Lola Adesioye

England to me means home. It means fond memories of school days; Sundays holed up in a pub drinking wine and eating a succulent roast while discussing the state of the weather with good friends; running to catch a train from Victoria station after a hard day’s work and breathing a sigh of relief once I’m on it and as the train rolls out of central London into the leafier suburbs.

England is what I signify to people when I’m abroad. My accent, my sarcastic sense of humour, my values and politeness (such as saying sorry when I really don’t need to) are all products of being brought up in England. “Oh! You’re from England!” people exclaim before asking me whether it really does rain all the time.

England is also a part of me that non-English people sometimes don’t understand. “Are there black people in England?” I’m asked that on a regular basis. Yes there are, but we clearly don’t fit into the idea of what Englishness means to others, nor are we often visible in mediums of communication such as TV and film so some people abroad really do not know that we exist.
The Englishness in me is sometimes an anomaly to people who don’t expect to hear a black woman speaking with an accent which to them sounds like the Queen’s. England is a part of me that sometimes forces people to change their perceptions, to do a double-take and to look and listen to me differently.

England is the ‘green and pleasant land’ described in Jerusalem, one of my favourite songs. At the same time it is also – being that I come from London – inner city and urban; a metropolis of sky scrapers and polluting cars and buses; a landscape dotted with parks which sit alongside historical buildings and cultural landmarks. It is at once inclusive yet at the same time, at times, hostile to immigrants and foreigners. It is both a melting pot and apparently tolerant yet also the country that has colonised and oppressed large sections of the world and gave birth to figures such as Enoch Powell.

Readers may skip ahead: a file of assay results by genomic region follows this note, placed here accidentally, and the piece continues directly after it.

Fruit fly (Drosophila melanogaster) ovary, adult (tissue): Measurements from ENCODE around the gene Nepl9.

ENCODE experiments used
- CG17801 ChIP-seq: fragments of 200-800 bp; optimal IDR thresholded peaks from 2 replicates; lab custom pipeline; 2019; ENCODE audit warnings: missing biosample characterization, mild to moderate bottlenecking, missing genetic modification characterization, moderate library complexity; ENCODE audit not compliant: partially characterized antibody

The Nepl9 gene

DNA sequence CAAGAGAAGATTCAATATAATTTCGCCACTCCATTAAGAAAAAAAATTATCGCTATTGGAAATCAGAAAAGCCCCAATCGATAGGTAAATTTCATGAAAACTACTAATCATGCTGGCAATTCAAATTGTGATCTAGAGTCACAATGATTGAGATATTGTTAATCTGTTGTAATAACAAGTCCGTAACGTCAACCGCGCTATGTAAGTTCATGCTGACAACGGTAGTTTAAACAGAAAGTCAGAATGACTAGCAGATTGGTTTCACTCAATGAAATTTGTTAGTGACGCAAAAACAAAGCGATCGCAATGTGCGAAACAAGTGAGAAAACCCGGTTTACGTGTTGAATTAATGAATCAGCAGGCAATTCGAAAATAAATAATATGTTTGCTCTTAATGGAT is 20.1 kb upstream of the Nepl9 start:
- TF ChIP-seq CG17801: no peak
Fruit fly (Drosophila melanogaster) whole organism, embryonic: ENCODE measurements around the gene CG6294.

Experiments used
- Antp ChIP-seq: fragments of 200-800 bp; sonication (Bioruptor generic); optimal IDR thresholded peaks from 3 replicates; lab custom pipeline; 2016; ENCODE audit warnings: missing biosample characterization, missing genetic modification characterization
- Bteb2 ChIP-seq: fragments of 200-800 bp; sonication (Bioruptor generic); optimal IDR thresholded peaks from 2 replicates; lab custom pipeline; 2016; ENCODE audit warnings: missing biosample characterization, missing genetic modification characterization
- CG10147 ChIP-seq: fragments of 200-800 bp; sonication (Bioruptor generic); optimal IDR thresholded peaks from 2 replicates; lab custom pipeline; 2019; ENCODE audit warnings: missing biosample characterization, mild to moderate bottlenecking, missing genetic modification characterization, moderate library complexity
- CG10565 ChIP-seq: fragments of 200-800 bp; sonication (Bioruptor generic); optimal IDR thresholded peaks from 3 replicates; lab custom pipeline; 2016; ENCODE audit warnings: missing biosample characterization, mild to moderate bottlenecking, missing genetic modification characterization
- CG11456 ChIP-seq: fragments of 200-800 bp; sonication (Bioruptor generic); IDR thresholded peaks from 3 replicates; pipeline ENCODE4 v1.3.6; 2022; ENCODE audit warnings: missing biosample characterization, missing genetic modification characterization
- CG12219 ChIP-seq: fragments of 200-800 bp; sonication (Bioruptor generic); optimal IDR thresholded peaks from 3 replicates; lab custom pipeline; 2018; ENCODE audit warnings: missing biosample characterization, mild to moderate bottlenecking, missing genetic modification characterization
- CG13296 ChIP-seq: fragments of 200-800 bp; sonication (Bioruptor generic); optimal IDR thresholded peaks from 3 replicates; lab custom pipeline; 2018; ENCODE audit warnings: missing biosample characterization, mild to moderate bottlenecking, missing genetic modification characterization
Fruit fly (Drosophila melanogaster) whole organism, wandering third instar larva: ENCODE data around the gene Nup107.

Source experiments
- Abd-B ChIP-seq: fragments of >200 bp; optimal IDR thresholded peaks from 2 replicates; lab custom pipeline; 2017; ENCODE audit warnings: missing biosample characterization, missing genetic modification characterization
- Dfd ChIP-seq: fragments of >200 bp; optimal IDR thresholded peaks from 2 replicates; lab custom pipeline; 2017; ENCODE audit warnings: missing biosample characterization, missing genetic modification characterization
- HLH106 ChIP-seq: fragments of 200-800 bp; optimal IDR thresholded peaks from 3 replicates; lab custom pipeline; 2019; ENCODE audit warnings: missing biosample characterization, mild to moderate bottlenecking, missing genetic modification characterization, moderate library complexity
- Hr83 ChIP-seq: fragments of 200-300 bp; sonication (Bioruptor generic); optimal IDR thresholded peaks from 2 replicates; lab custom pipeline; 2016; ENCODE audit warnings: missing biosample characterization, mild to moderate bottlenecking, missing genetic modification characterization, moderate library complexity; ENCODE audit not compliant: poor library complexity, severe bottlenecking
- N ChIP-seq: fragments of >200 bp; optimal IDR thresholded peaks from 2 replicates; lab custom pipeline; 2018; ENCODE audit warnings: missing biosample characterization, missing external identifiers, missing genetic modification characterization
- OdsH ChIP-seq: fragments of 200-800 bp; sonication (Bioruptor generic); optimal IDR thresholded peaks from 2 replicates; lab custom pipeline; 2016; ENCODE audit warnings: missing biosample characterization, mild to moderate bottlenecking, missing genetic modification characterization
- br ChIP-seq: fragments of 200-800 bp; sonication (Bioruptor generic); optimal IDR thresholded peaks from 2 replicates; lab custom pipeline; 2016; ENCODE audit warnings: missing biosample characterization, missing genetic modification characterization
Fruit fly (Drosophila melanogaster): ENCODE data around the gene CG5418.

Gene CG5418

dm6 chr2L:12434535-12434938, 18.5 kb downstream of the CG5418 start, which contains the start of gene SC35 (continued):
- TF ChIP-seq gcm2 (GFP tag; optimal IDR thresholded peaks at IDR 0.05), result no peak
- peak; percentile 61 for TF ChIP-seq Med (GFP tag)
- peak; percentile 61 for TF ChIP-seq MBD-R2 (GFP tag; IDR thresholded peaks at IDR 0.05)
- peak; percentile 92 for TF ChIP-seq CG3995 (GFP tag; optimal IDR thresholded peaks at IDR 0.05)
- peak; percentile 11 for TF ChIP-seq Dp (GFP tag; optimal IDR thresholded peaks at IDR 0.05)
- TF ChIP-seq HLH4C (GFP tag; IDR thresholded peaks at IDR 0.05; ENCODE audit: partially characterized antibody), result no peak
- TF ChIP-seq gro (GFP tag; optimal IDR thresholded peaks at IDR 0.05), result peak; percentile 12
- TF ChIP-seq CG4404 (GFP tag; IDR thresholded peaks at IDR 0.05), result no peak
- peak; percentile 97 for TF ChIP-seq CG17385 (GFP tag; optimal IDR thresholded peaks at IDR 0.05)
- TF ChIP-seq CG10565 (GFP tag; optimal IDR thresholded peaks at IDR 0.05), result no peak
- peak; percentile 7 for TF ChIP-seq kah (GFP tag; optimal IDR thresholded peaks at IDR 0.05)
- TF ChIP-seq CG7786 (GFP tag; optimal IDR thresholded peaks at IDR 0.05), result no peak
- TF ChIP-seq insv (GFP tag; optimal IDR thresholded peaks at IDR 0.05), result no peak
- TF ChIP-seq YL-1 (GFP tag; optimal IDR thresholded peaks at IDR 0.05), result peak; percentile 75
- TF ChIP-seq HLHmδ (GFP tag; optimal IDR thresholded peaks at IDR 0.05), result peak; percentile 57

What does it mean to be English? Is it interchangeable with being British? That’s a tricky question. I will always have a sense that although I was born and bred in England, I am not considered to be truly English. English is not as accommodating a concept as say, American; being “English” still has a connotation that does not fully encompass black people – I’m not sure that it ever will. It’s very possible to be both an insider and an outsider at the same time. “British” however – thankfully in many ways – is an all encompassing term, meaning everything… and at the same time very little.

In any case, I am proud of having being born and raised in England… I know and am well aware of England’s colonial roots and no doubt England has, for such a small place, created a lot of havoc in the world! As a person of colour I would be silly not to acknowledge that. But for all it’s sins, contradictions and paradoxes, it’s still home.

Lola Adesioye is a regular contributor to the Guardian who hails from London but now lives in New York.